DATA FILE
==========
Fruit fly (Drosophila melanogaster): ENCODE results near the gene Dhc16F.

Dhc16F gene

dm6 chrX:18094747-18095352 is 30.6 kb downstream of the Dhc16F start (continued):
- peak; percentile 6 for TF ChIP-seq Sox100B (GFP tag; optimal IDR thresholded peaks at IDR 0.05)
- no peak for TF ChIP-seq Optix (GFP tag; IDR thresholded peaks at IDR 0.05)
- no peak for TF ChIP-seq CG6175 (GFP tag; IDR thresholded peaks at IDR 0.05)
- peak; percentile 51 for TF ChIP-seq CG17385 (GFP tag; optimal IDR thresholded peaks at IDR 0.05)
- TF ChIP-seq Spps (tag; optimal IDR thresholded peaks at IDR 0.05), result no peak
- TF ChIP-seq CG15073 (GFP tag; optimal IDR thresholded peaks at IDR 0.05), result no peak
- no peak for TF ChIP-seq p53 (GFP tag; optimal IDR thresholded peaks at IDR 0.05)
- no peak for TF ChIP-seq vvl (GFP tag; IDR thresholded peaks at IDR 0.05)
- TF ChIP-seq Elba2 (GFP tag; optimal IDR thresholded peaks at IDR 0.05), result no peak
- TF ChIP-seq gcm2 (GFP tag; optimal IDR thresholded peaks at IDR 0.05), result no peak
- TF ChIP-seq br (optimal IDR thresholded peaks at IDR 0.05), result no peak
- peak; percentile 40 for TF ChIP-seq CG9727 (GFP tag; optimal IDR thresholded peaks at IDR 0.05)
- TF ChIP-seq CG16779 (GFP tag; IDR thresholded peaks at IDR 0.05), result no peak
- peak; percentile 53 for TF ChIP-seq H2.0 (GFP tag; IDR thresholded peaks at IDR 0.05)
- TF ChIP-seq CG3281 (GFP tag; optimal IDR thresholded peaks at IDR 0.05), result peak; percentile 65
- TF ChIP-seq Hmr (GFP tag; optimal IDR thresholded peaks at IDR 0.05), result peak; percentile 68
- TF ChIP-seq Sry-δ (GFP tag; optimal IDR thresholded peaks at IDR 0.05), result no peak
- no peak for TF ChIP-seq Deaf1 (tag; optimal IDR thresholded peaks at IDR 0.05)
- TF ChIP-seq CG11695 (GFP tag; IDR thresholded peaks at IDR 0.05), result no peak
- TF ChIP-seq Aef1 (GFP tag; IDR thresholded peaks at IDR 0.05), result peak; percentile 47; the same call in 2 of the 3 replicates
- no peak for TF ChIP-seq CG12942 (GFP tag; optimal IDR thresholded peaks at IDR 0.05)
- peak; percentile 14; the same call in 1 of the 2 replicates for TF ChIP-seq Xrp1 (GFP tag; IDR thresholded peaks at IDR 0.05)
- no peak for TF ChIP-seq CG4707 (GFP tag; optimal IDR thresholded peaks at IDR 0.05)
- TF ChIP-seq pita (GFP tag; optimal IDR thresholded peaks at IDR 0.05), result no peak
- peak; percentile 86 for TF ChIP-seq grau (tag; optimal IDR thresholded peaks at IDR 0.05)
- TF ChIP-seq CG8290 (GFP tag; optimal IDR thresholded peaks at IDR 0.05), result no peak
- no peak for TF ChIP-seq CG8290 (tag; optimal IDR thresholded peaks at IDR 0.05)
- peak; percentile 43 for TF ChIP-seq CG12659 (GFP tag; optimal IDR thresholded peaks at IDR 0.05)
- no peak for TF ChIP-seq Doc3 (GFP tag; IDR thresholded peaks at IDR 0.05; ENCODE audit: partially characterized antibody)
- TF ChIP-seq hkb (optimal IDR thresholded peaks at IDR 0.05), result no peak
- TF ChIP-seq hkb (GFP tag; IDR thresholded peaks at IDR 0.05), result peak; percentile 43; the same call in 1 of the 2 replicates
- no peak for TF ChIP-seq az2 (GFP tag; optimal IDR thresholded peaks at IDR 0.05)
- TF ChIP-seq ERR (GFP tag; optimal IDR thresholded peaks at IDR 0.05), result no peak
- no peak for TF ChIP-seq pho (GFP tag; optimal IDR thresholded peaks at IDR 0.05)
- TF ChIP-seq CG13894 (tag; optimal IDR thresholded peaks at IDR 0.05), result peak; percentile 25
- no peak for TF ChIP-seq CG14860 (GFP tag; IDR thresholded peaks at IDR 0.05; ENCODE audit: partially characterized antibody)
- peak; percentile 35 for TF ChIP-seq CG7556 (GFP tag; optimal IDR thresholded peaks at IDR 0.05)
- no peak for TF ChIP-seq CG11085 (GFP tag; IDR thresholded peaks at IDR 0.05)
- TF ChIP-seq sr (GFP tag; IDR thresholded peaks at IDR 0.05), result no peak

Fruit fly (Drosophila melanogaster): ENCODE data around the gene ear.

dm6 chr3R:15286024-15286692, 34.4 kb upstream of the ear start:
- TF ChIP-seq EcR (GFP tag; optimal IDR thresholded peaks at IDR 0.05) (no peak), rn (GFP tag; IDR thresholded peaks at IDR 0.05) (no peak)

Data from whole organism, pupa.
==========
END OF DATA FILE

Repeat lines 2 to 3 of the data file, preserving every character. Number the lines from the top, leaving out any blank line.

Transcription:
Dhc16F gene

dm6 chrX:18094747-18095352 is 30.6 kb downstream of the Dhc16F start (continued):